With its work, the Climate Neutrality Foundation aims to show how a rapid transformation can succeed. It is of central importance to:
- avoid stranded assets in fossil technologies,
- to massively improve the efficiency of energy use (Efficiency First),
- expand renewable power generation to an extent that enables the necessary electrification of other sectors (Electrify Second)
- and finally, to use electricity from renewable sources to produce hydrogen that replaces fossil fuels in industry, but also in other sectors (Green Fuels Third).
In addition, greenhouse gas emissions that are not caused by energy use, especially in the agricultural, industrial and waste management sectors, must be avoided as far as possible or compensated by negative emissions.
In the transformation process, the challenge posed by climate change is an opportunity for a comprehensive modernization of our economy that shall be seized. Against this background, the Climate Neutrality Foundation develops cross-sectoral strategies for a Germany that is climate-friendly.
Resilience and political sovereignty
The Climate Neutrality Foundation has commissioned a consortium of Prognos, Öko-Institut and Wuppertal Institute to analyze the demand for raw materials and intermediate products with their critical vulnerabilities and dependencies in key transformation technologies such as photovoltaics, wind power and electromobility, but also green steel, along their entire supply chains to identify the neuralgic points with a particular need for political action. The study by the Climate Neutrality Foundation provides for the first time country-specific data on the resilience of critical supply chains for Germany through a time series analysis in five-year steps up to the target year 2045 adopted by the German government for climate neutrality.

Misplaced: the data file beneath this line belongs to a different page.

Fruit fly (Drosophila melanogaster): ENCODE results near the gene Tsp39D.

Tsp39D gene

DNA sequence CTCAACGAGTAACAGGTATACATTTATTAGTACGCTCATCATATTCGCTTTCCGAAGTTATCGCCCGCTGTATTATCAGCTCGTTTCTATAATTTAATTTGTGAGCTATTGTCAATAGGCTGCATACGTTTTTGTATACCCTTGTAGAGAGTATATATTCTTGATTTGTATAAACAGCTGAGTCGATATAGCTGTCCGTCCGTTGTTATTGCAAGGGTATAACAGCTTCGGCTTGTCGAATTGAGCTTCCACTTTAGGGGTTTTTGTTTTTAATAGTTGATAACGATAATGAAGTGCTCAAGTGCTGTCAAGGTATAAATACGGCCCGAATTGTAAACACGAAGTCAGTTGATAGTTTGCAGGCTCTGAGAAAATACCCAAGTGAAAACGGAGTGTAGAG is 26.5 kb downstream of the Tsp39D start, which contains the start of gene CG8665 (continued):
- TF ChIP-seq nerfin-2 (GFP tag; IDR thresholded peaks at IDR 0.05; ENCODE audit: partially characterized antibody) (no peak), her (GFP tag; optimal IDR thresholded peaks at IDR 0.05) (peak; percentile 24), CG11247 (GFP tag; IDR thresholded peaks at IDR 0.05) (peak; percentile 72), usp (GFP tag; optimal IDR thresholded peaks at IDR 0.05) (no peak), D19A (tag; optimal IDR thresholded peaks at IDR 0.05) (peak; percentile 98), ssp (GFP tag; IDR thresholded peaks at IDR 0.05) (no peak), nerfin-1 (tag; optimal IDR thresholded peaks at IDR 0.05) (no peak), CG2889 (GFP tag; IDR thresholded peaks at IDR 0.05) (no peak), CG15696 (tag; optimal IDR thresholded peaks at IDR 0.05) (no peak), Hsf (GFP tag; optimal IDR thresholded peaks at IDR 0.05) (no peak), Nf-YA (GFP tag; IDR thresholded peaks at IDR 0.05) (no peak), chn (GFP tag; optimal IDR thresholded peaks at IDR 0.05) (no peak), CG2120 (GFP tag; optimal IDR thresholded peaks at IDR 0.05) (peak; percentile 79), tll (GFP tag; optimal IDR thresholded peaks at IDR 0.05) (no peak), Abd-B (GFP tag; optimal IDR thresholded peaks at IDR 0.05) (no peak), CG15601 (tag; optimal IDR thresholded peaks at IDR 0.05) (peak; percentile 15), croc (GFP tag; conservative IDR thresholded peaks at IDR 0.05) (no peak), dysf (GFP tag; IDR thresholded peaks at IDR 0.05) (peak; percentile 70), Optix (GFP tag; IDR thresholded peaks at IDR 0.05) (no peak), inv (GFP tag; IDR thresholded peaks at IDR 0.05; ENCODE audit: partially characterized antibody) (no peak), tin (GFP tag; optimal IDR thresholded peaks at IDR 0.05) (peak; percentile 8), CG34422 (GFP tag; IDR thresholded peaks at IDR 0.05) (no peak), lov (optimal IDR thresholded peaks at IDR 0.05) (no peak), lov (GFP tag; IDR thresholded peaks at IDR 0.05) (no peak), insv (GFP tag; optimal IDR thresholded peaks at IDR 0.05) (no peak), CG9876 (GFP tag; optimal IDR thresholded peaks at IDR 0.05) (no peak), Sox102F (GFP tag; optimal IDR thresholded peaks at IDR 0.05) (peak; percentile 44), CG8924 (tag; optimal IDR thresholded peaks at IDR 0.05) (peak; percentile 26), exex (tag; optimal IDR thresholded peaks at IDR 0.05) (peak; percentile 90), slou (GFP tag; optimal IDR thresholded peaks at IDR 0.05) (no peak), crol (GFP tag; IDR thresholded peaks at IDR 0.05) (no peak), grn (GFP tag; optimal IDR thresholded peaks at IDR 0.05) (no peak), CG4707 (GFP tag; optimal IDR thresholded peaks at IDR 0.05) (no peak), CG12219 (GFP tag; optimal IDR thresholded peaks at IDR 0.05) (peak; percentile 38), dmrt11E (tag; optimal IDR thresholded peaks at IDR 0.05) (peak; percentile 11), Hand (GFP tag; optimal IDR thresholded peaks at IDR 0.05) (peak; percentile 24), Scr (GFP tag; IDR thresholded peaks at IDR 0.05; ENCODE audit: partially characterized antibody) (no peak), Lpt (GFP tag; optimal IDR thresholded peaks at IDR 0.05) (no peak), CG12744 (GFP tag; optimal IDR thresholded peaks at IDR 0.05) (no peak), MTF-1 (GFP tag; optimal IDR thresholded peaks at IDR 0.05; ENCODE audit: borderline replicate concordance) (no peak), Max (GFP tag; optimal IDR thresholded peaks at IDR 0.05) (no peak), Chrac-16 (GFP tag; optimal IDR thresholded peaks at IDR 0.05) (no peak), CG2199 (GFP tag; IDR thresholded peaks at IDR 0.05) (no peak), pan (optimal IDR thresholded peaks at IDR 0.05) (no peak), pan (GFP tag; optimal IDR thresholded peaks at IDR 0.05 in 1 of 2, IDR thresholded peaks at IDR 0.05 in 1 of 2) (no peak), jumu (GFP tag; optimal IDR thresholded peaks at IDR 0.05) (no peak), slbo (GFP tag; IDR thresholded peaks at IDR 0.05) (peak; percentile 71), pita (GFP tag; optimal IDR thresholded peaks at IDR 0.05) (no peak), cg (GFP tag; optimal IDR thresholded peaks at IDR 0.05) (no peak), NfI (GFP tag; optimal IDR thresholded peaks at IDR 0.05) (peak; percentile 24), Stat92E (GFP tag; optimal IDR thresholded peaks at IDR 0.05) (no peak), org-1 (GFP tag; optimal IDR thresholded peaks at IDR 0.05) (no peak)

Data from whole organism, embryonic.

For example, in the solar supply chain, Germany is almost completely dependent on non-European suppliers for critical components. This heavy dependence not only jeopardizes a reliable transformation to climate neutrality and makes it more difficult to securely build up important future industries in this country. It also makes us politically blackmailable in times of turbulent geopolitical waters.
Heat Pumps: Myths and Facts
BLOG POST SERIES | FEBRUARY 2021
Heat pumps and heat grids are the central strategies for climate neutrality in existing buildings, alongside energy refurbishment.
Heat pumps in particular are repeatedly confronted with outdated prejudices: How can heat pumps be used in existing buildings? Do all existing buildings have to be extensively renovated first? Are heat pumps capable of providing sufficiently high flow temperatures required?
With a 12-part, weekly blog post series “Heat Pumps in Existing Buildings”, compiled by the Fraunhofer Institute for Solar Energy Systems, we address these fundamental questions.
SMARD – ELECTRICITY MARKET DATA FOR GERMANY
An electricity system based on renewable energies is the basis for a climate neutral economy. The German Federal Network Agency’s SMARD platform presents nearly in real time the generation of renewables, power plants, electricity consumption and other electricity market data for Germany and partly also for Europe: https://www.smard.de/en